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How Do Radiation Treatments Work For Cancer?

By Nicole WC Nolan, MD August 03, 2023 Posted in: Cancer Care

Being diagnosed with the big “C” word, CANCER, is distressing for most people. Most patients are thrown in to a whole new realm of doctoring and appointments. As a Radiation Oncologist—a cancer doctor who was trained specifically to evaluate patients and treat patients with radiation treatments—I work closely with other cancer physicians and find even those who are familiar with cancer still aren’t that familiar with radiation therapy and how it works.

What is Radiation Therapy?

The formal definition of radiation therapy is to use ionizing radiation (x-rays) directed at both gross cancer disease and at-risk regions where the cancer could have spread-this is dependent on the cancer type and location. So, it is x-rays, I often explain to patients that getting a treatment is like when you get a chest x-ray, you don’t feel anything, it doesn’t hurt, you are NOT radioactive after a treatment, and you will not glow green. You are not a risk to other people; you can actually hold a baby right after a treatment and it is fine. This is actually quite surprising to many patients.

How is Radiation Dosed and Delivered?

Most radiation treatments are delivered by a machine known as a Linac (linear accelerator). This machine turns electrons into high dose x-rays, the how is not important, but I do know how it works, I took a set of board exams just for this! Radiation is dosed in a measurement of Gray (Gy); I explain this to patients as medication is typically dosed in milligrams, radiation is dosed in Gray (Gy).

What are Side Effects of Radiation?

Radiation treatments are FOCAL treatments. When someone is diagnosed with a breast cancer, one of the most common cancers, the radiation treatments are to the breast, so if a patient complains about nausea, it is not from the radiation. Side effects from radiation treatments are largely dependent on where your cancer is in your body. Breast cancer radiation treatment side effects are not the same as prostate cancer side effects, it depends on what organs are near where your treatments are. A common misconception is that because I had radiation treatments for my breast cancer, now all my aliments are caused by it, which unfortunately is just that, a misconception.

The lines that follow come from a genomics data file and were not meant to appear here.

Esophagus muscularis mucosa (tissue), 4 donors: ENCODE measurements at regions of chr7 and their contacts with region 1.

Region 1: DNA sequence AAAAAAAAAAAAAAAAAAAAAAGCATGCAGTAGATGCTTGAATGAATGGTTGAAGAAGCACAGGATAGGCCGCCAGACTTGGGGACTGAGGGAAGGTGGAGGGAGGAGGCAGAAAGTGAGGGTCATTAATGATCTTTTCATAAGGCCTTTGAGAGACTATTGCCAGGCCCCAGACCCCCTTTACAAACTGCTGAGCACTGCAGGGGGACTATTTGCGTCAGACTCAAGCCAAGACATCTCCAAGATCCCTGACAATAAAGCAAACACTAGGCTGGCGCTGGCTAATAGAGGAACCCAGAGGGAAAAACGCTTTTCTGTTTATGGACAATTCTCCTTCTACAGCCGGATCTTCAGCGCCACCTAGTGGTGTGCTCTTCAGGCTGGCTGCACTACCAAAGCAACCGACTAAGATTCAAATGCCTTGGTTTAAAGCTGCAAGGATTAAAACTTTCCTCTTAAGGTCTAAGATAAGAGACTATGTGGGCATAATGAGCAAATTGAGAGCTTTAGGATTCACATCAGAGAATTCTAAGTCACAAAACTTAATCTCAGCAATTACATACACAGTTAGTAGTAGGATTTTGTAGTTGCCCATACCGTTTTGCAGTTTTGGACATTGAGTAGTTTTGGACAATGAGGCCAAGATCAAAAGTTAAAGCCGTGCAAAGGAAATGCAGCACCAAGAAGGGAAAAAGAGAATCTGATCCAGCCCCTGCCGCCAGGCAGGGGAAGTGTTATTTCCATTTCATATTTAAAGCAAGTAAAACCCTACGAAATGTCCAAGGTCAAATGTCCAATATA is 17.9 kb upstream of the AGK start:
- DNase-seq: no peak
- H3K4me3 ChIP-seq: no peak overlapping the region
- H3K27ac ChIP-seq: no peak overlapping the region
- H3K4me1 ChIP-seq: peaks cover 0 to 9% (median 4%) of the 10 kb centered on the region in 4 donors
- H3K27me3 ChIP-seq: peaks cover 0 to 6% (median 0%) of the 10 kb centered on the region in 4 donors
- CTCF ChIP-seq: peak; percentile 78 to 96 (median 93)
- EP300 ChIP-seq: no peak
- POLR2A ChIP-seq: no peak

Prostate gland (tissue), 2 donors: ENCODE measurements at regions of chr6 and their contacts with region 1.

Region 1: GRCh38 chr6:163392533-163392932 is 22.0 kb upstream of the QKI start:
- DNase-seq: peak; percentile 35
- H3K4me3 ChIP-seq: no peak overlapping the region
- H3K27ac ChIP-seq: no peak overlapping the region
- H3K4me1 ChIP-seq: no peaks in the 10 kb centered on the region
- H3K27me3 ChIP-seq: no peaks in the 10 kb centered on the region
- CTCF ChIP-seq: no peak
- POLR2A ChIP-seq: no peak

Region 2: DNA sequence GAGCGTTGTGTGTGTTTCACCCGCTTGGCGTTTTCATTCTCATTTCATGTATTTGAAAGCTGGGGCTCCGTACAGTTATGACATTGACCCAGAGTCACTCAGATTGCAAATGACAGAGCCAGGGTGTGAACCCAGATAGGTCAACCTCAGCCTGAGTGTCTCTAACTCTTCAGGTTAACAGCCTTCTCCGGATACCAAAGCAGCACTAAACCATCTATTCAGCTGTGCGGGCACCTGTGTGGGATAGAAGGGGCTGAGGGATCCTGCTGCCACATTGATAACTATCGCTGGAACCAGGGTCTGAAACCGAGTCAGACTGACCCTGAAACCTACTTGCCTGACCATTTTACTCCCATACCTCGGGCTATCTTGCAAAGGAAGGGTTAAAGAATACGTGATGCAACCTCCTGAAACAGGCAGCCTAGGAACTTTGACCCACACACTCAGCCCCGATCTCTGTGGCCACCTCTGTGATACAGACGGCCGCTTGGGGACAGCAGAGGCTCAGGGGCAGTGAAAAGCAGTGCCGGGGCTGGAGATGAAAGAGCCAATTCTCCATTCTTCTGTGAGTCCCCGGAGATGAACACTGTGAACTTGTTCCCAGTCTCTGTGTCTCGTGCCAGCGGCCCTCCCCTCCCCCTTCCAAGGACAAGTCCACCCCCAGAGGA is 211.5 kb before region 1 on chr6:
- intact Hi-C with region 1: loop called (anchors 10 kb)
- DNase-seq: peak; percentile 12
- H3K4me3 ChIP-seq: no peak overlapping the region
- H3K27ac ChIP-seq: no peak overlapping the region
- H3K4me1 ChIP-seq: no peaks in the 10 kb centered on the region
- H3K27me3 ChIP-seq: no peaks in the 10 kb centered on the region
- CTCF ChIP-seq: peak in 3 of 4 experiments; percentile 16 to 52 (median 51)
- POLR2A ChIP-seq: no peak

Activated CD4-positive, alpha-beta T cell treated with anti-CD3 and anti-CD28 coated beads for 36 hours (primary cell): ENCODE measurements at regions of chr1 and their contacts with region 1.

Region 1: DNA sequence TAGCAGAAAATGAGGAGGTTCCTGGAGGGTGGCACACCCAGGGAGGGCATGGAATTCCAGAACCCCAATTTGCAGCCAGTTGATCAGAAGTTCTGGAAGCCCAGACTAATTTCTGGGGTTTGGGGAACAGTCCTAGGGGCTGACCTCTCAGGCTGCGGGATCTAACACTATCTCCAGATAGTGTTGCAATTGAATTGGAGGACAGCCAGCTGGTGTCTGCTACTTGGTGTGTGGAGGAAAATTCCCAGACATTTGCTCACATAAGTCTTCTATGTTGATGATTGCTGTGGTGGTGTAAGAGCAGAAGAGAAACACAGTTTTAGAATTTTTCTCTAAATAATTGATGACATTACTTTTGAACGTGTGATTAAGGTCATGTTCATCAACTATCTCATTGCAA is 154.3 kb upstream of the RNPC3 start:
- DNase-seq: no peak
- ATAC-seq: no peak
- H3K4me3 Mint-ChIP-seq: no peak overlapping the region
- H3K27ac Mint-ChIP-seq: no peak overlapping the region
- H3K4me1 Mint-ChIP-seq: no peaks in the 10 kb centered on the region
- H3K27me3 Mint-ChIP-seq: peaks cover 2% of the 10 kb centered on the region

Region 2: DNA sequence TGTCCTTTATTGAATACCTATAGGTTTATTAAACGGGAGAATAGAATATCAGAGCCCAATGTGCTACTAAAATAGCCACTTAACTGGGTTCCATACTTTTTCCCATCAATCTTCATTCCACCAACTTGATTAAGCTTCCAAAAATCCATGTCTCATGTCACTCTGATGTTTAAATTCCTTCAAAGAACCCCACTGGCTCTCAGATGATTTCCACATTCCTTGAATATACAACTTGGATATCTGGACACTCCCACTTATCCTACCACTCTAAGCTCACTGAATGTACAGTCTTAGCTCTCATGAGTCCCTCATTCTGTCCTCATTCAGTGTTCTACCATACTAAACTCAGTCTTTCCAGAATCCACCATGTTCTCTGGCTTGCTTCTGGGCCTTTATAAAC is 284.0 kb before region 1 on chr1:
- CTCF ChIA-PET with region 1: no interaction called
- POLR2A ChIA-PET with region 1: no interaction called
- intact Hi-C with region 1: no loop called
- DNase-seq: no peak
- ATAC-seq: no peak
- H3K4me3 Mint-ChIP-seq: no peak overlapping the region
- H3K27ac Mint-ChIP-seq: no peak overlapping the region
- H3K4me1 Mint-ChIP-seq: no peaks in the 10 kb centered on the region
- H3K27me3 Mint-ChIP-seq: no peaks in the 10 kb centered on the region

What are the Steps in Radiation Treatment?


A typical cancer patient will go through the following steps when being referred for radiation treatments. First is a consult with the Radiation Oncologist, during this appointment it will be determined if you are a candidate for radiation treatments or not. If yes, then specifics about radiation treatments for your cancer will be discussed with you including number of treatments needed, side effects of treatment, and management of side effects.


The next step, typically at a separate appointment, is what is called the CT simulation or the planning scan. This is a CAT scan of the patient done in the same position we will treat the patient in daily, we utilize different immobilization devices for different types of cancer. With this scan the Radiation Oncologist then delineates on the images what we would like the radiation treatments to treat and what we would like protected/spared. Then with the help of a dosimetrist (a specialized radiation plan developer) several plans are created to maximize radiation dose to the cancer targets and minimize dose to normal organs, this process can take 7-10 days. Once a plan is ready, the patient then returns to the office and will start their course of radiation treatments, again, the number of treatments varies from patient to patient.

What is a Typical Radiation Therapy Schedule?

Radiation in most cases is given Monday through Friday, five days per week for a specified amount of treatments. A patient is typically at the cancer center for treatment about 15-20 minutes each day. Most radiation oncologists will meet with patients who are on treatment once a week to be evaluated for side effects and suggest management strategies for the side effects.

A question I often get asked is, After I have had radiation treatments once, am I able to have them again? I discuss with patients who ask this, that re-treatment to the same place could be possible but it is a patient by patient, case by case situation, so never say never!

Together with the patient’s other physicians, a Radiation Oncologist helps to provide the best treatment plan for any specific cancer diagnosis.

Nicole WC Nolan, MD
Nicole WC Nolan, MD

Nicole W.C. Nolan, MD, is a radiation oncology provider with CHI Health.

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